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Alzheimers Dement. 2017 Mar;13(3):274-284. doi: 10.1016/j.jalz.2016.09.008. Epub 2016 Oct 27.

Recommendations for CSF AD biomarkers in the diagnostic evaluation of dementia.

Author information

1
Danish Dementia Research Centre, Rigshospitalet, University of Copenhagen, Copenhagen, Denmark.
2
Department of Neurology, University of Eastern Finland and Kuopio University Hospital, Kuopio, Finland.
3
Department of Geriatric Medicine, Karolinska University Hospital, Huddinge, Sweden.
4
Neurochemistry Laboratory, Faculty of Medicine, CHUC-Coimbra University Hospital, CNC, CNC.IBILI-Center for Neuroscience and Cell Biology, University of Coimbra, Coimbra, Portugal.
5
Reference Center for Biological Markers of Dementia (BIODEM), Institute Born-Bunge, University of Antwerp, Antwerp, Belgium.
6
Department of Psychiatry and Neurochemistry, Institute of Neuroscience and Physiology, The Sahlgrenska Academy at the University of Gothenburg, Mölndal, Sweden.
7
Reference Center for Biological Markers of Dementia (BIODEM), Institute Born-Bunge, University of Antwerp, Antwerp, Belgium; Department of Neurology and Memory Clinic, Hospital Network Antwerp (ZNA) Middelheim and Hoge Beuken, Antwerp, Belgium.
8
Geneva Neuroscience Center, University Hospitals and University of Geneva, Geneva, Switzerland; IRCCS Fatebenefratelli, Brescia, Italy.
9
Department of Neurodegenerative Disorders, Mossakowski Medical Research Centre Polish Academy of Sciences, Warsaw, Poland.
10
IRCCS Fatebenefratelli, Brescia, Italy.
11
Alzheimer Centre Limburg, School for Mental Health and Neuroscience, Maastricht University, Maastricht, The Netherlands.
12
Center for Cognitive Impairments, Department of Neurology, University Medical Center Ljubljana, Ljubljana, Slovenia.
13
Department of Neurodegeneration Diagnostics, Medical University of Białystok, Białystok, Poland.
14
Alzheimer's Disease and Other Cognitive Disorders Unit, Hospital Clinic i Universitari, IDIBAPS, Barcelona, Spain; Beta Brain Research Center, Fundació Pasqual Maragall, Barcelona, Spain.
15
Department of Neurodegeneration Diagnostics, Medical University of Białystok, Białystok, Poland; Department of Biochemical Diagnostics, University Hospital in Białystok, Białystok, Poland.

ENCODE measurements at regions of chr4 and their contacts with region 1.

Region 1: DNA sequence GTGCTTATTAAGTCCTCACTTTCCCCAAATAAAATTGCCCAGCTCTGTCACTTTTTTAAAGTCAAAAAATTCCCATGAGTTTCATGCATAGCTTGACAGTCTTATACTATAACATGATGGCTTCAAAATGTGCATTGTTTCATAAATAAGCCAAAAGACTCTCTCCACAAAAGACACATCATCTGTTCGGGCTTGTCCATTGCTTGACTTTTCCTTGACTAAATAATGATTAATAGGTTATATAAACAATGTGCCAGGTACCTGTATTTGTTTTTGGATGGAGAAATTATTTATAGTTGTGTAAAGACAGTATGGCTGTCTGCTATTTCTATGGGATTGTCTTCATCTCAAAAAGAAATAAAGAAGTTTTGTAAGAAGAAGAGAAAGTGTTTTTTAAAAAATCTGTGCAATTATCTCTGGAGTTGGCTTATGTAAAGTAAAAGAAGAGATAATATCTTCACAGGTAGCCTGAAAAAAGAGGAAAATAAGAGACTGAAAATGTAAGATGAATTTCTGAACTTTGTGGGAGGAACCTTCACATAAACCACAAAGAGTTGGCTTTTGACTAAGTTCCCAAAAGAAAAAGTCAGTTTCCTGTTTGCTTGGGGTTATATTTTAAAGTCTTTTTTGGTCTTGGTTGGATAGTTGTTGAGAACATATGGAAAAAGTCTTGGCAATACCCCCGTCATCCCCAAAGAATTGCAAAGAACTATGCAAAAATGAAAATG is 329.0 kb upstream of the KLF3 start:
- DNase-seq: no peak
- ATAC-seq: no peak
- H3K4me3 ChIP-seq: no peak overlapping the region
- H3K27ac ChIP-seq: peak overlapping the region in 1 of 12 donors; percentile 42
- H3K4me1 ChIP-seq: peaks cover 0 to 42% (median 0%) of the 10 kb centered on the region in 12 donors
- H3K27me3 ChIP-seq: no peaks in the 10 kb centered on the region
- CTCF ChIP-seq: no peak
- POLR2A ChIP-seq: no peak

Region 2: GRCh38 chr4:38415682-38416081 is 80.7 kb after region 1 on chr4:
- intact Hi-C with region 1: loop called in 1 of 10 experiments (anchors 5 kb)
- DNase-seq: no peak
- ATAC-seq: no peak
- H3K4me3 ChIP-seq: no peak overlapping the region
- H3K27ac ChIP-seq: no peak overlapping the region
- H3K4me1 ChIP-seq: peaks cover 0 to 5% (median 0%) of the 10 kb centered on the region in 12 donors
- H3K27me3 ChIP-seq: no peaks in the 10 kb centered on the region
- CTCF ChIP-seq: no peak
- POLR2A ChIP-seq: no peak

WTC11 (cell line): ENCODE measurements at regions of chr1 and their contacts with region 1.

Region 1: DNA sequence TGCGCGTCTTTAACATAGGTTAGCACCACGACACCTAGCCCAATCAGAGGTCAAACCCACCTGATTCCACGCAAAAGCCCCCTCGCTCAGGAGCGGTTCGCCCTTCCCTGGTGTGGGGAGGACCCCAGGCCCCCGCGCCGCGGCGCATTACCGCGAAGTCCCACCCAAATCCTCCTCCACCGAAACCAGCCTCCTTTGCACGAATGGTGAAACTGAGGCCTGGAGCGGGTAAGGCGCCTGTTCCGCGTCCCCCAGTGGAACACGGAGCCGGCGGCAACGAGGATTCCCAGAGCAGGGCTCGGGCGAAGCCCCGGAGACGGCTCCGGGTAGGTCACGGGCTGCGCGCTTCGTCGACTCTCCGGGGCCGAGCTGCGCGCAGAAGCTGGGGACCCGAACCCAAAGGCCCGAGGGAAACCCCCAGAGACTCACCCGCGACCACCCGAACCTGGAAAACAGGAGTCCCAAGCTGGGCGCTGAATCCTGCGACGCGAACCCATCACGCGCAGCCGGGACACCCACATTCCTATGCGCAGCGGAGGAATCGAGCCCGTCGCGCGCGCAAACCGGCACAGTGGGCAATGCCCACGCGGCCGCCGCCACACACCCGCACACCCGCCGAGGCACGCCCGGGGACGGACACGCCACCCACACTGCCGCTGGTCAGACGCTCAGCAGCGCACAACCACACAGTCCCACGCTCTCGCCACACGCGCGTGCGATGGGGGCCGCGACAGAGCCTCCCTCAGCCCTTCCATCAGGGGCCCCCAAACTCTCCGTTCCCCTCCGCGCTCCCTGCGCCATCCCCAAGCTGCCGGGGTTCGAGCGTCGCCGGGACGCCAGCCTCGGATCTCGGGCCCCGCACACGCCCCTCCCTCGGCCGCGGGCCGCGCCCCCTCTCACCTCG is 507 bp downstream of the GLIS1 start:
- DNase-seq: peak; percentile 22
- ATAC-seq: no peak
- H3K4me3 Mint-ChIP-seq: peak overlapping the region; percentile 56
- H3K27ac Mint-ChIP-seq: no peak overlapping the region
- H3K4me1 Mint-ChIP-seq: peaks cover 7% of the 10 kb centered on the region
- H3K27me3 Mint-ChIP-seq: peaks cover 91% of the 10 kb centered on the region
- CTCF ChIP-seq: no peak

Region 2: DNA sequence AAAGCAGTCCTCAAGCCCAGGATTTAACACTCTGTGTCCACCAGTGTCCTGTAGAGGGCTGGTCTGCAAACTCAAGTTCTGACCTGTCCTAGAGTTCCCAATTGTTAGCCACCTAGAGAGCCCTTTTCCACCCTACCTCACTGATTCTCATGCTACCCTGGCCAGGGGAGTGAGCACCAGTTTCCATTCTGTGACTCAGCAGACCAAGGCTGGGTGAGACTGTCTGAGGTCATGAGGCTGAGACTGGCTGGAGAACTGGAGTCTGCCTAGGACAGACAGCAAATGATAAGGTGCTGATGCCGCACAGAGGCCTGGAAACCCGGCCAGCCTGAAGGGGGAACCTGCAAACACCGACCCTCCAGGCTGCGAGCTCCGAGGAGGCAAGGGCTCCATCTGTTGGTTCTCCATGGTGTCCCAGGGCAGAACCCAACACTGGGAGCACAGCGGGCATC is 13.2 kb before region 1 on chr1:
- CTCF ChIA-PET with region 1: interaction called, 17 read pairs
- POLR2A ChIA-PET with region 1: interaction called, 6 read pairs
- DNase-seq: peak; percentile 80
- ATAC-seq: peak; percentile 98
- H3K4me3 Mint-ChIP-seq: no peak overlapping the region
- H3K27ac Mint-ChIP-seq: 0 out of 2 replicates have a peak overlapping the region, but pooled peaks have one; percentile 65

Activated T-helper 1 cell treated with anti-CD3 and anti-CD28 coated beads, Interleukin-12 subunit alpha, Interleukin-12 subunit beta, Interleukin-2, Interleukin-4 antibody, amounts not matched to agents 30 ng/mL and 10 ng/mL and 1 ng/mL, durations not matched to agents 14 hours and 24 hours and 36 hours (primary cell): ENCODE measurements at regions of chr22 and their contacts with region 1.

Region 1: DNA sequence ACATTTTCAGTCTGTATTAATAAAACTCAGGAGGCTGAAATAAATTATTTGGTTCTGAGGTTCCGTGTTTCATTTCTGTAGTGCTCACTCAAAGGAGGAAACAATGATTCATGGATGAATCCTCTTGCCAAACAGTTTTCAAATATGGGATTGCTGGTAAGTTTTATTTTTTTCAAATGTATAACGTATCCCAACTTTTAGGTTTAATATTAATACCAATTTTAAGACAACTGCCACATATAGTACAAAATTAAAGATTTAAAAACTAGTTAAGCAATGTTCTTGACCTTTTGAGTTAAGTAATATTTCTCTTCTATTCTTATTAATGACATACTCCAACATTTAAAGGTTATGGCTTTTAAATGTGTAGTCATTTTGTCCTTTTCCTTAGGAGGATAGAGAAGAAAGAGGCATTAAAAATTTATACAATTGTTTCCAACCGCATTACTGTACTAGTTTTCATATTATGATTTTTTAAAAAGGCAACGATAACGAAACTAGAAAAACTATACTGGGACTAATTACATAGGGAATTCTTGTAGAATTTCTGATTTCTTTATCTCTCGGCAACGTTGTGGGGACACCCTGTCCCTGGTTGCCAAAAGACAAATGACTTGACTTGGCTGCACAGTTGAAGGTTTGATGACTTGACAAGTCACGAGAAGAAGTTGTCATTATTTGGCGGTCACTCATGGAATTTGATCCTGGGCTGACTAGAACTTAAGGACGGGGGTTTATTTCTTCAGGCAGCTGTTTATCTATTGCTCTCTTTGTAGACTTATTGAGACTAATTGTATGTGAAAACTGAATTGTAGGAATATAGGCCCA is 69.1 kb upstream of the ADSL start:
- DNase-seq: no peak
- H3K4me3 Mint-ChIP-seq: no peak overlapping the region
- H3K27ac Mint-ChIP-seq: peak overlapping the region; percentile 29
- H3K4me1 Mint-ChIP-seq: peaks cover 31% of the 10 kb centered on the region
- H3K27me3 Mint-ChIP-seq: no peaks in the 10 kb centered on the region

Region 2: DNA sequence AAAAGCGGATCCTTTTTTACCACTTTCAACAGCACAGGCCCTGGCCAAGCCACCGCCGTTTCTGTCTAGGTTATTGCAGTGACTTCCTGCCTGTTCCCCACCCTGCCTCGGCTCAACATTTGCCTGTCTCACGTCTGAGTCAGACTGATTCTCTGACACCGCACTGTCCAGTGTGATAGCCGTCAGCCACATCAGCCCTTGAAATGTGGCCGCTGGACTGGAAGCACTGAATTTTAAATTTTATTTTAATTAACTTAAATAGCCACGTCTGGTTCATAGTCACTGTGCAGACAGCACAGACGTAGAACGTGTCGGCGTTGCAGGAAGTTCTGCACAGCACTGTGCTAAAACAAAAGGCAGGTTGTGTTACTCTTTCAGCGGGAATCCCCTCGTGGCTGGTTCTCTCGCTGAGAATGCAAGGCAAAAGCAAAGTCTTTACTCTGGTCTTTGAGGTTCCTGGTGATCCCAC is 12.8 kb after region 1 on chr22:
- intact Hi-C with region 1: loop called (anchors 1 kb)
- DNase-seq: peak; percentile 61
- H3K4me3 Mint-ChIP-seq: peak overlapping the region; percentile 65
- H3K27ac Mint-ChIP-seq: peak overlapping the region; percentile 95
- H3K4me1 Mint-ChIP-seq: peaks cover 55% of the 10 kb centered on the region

16
Department of NVS, Center for Alzheimer Research, Translational Alzheimer Neurobiology, Karolinska Institutet, Huddinge, Sweden.
17
Department of Neurology, University of Ulm, Ulm, Germany.
18
Turku PET Centre, Turku University Hospital and University of Turku, Turku, Finland.
19
Department of Neurology, Hacettepe University Hospitals, Ankara, Turkey.
20
Neuropathology Laboratory, Neurological Institute C. Besta, Milan, Italy.
21
Department of Psychiatry and Neuropsychology, School for Mental Health and Neuroscience, Maastricht University, Maastricht, The Netherlands; Department of Neurology, Alzheimer Centre, VUMC, Amsterdam, The Netherlands.
22
Department of NVS, Center for Alzheimer Research, Division of Neurogeriatrics, Karolinska Institutet, Huddinge, Sweden.
23
Department of Psychiatry and Neurochemistry, Institute of Neuroscience and Physiology, The Sahlgrenska Academy at the University of Gothenburg, Mölndal, Sweden; Department of Molecular Neuroscience, UCL Institute of Neurology, London, UK.
24
Danish Dementia Research Centre, Rigshospitalet, University of Copenhagen, Copenhagen, Denmark. Electronic address: gunhild.waldemar.01@regionh.dk.

Abstract

This article presents recommendations, based on the Grading of Recommendations, Assessment, Development, and Evaluation method, for the clinical application of cerebrospinal fluid (CSF) amyloid-β1-42, tau, and phosphorylated tau in the diagnostic evaluation of patients with dementia. The recommendations were developed by a multidisciplinary working group based on the available evidence and consensus from focused discussions for (i) identification of Alzheimer's disease (AD) as the cause of dementia, (ii) prediction of rate of decline, (iii) cost-effectiveness, and (iv) interpretation of results. The working group found sufficient evidence to support a recommendation to use CSF AD biomarkers as a supplement to clinical evaluation, particularly in uncertain and atypical cases, to identify or exclude AD as the cause of dementia. Because of insufficient evidence, it was uncertain whether CSF AD biomarkers outperform imaging biomarkers. Operational recommendations for the interpretation of ambiguous CSF biomarker results were also provided.

KEYWORDS:

Alzheimer's disease; Biomarkers; CSF; Diagnosis; GRADE; Recommendations

PMID:
28341065
DOI:
10.1016/j.jalz.2016.09.008
[Indexed for MEDLINE]
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